Green Energy Model for Grid Resource Allocation: A Graph Theoretic Approach

Green Energy Model for Grid Resource Allocation: A Graph Theoretic Approach

Achal Kaushik (School of Computer and Systems Sciences, Jawaharlal Nehru University, New Delhi, India) and Deo Prakash Vidyarthi (School of Computer and Systems Sciences, Jawaharlal Nehru University, New Delhi, India)
Copyright: © 2014 |Pages: 22
DOI: 10.4018/ijghpc.2014040104


The computational grid helps in faster execution of compute intensive jobs. Many characteristic parameters are intended to be optimized while making resource allocation for job execution in computational grid. Most often, the green energy aspect, in which one tries for better energy utilization, is ignored while allocating the grid resources to the jobs. The conventional systems, which propose energy efficient scheduling strategies, ignore other Quality of Service parameters while scheduling the jobs. The proposed work tries to optimize the energy in resource allocation to make it a green energy model. It explores how effectively the jobs submitted to the grid can be executed for optimal energy uses making no compromise on other desired related characteristic parameters. A graph theoretic model has been developed for this purpose. The performance study of the proposed green energy model has been experimentally evaluated by simulation. The result reveals the benefits and gives an insight for an energy efficient resource allocation.
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In grid computing system, a large number of geographically distributed resources collaborate to serve the computational need of the users. Due to the limited computing capability of desktop machines, it is often impossible to execute a complex and compute intensive application that requires huge computational power on such machines. A grid, a collaborative distributed system, facilitates such complex computations. Grid resources, normally heterogeneous and geographically distributed, allow parallel job execution and also increase the resource usage efficiency of the system considerably.

Grid resources are normally under the purview of different administrative domains and thus define varying usage policies. These grid resources may even have different capabilities and configurations, making grid resource management a core and important issue for a viable grid system (Raza & Vidyarthi, 2008; Foster, 2002). Resource management in a grid warrants the efficient allocation of jobs to the grid resources which makes job scheduling a critical task in a grid environment (Foster, 2002; Izakian, Ladani, Zamanifar, Abraham & Snasel, 2009; Sharma, Soni, Mishra & Bhuyan, 2010).

Energy efficient resource usage or green computing is attracting the attention of researchers across the discipline as an important aspect. Grid computing also consumes huge amount of electrical energy for managing the grid resources so is a natural choice for energy optimization. Though, the grid system heterogeneity and the users’ constraints make resource allocation in computational grid a difficult problem, the problem gets further aggravated when energy optimization is also considered along with other QoS performance measures.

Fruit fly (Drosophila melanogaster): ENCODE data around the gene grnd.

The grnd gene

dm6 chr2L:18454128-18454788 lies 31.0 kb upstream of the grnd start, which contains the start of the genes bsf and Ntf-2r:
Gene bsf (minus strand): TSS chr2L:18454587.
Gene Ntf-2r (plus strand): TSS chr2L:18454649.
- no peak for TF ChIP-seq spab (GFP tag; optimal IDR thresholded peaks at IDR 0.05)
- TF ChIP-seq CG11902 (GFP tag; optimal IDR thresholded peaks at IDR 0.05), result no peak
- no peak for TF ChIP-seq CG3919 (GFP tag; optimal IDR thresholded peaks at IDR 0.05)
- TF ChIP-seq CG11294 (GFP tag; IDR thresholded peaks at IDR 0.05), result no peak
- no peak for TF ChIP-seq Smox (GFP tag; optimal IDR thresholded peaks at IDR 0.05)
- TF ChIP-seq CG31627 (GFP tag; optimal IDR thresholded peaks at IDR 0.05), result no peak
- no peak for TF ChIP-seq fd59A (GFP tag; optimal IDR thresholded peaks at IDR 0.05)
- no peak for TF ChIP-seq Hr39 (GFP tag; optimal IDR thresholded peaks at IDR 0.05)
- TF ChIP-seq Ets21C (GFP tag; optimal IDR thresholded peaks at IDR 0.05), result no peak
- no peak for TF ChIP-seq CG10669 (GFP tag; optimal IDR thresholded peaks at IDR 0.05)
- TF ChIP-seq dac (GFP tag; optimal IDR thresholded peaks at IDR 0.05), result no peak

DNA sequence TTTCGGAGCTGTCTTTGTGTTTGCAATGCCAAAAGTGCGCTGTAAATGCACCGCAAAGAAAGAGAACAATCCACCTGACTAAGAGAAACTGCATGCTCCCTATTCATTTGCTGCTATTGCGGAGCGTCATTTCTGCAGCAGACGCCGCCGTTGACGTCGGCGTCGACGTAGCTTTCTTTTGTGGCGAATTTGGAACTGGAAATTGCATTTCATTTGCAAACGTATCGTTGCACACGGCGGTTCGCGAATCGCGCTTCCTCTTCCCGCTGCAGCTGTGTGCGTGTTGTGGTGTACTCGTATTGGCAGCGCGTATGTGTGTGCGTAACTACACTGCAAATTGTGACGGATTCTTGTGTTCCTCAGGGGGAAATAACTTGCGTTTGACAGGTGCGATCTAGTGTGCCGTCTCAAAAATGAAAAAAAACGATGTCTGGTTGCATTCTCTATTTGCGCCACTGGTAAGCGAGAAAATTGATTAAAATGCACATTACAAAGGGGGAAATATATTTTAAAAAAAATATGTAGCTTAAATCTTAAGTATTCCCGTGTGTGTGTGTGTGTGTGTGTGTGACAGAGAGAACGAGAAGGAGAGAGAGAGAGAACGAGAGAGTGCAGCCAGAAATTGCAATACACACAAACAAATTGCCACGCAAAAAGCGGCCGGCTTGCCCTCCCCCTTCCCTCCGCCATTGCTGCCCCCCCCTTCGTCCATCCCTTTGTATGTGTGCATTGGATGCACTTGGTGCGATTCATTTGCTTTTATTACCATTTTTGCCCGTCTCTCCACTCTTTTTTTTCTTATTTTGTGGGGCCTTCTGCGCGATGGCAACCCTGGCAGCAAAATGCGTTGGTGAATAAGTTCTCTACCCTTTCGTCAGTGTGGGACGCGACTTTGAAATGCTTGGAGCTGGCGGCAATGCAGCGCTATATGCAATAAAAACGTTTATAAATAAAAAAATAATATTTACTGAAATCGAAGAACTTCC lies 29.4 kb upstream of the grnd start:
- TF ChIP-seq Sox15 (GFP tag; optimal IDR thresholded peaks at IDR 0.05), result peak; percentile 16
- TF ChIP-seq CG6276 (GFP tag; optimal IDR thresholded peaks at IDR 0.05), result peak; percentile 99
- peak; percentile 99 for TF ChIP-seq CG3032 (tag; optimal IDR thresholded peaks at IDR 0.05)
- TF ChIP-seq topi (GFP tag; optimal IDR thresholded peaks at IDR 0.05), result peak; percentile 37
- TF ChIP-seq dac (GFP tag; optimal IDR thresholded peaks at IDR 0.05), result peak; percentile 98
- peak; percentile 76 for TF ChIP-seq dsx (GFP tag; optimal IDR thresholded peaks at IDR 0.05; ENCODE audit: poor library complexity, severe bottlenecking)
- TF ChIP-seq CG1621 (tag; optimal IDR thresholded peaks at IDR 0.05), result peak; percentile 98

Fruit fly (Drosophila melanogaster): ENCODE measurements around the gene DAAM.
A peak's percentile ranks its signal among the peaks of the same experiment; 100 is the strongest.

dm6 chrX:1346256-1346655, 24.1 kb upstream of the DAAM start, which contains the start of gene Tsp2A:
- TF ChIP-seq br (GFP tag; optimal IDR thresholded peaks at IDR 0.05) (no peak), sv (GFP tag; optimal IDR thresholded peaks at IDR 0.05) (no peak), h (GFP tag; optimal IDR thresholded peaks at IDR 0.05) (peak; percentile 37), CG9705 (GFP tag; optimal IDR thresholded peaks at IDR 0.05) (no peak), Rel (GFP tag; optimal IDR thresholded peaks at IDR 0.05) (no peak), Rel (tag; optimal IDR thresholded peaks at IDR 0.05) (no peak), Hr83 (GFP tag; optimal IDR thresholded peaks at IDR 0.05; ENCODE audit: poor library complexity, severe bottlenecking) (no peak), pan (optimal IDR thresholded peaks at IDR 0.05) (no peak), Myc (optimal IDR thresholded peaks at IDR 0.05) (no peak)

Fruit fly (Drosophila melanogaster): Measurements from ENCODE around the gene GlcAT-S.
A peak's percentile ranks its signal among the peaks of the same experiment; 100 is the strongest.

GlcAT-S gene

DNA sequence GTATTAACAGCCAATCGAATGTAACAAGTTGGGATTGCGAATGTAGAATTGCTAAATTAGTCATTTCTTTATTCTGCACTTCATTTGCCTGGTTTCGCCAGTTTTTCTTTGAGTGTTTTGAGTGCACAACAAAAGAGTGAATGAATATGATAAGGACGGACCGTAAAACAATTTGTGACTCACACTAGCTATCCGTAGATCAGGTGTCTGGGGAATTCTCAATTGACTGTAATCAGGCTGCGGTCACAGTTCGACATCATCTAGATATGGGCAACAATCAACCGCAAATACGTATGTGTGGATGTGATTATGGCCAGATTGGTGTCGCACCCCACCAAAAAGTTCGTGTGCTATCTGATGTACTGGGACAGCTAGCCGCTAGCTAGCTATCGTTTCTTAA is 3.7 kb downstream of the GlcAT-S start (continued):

Though the objective of the computational grid is to utilize the resources of the system to its fullest extent, still not all the grid resources are used all the time. Often, many of these devices remain unused for a variable period, wasting not only the huge computing warehouse but also resulting in electric energy wastage. The grid resources, which may not contribute to an execution, still consume energy. Such energy wastage can be saved. By virtue of the selective connectivity, it is possible to accomplish the user’s task satisfying the desired constraints and putting the idle i.e. no load nodes into sleep mode, thus conserving the electrical energy (Develder, Pickavet, Dhoedt & Demeester, 2008; Narsingh, 2004; Orgerie, Lefèvre & Gelas, 2008; Ponciano & Brasileiro, 2010).

The idea of resource allocation problems, that normally aims to obtain minimal execution time for the job execution by effectively managing the available grid resources, may be extended for minimal energy consumption while meeting the users' and systems' constraints. Grid houses a large number of resources to facilitate high performance computing at the cost of huge electrical energy consumption. It is important that the grid system, not only should meet the desired Quality of Service but also be energy efficient.

The proposed model, focusing on green energy, is designed to suit best the conflict of interests of both; the system and the users. Once a job is submitted, the first part of the proposed model identifies the best grid cluster based on the user’s requirements and available system resources. Best available resources were explored based on the system load at that time and the user’s requirements, i.e. in terms of job specialization, degree of concurrency or the turnaround time expected/offered. In the second part, the energy saving mechanism is implemented that uses a dynamic threshold method followed by a graph theory concept (Narsingh, 2004) i.e. MST (Minimum Spanning Tree).

The dynamic threshold method suggests that all the nodes with the load less than a dynamic evaluated threshold are put in the sleep mode. The load of the sleeping nodes is redistributed among other active nodes while maintaining the execution time constraint. MST algorithm is then used to reduce the number of active links by restructuring the grid. The MST through consolidation maintains an acceptable performance level in the job execution. The selective connectivity, using this algorithm, ensures a further reduction in the overall energy consumption, but maintains the completion time of the job (Abdulgafer, Marimuthu, & Habib, 2010; Xu, Shang, Li & Wang, 2013).

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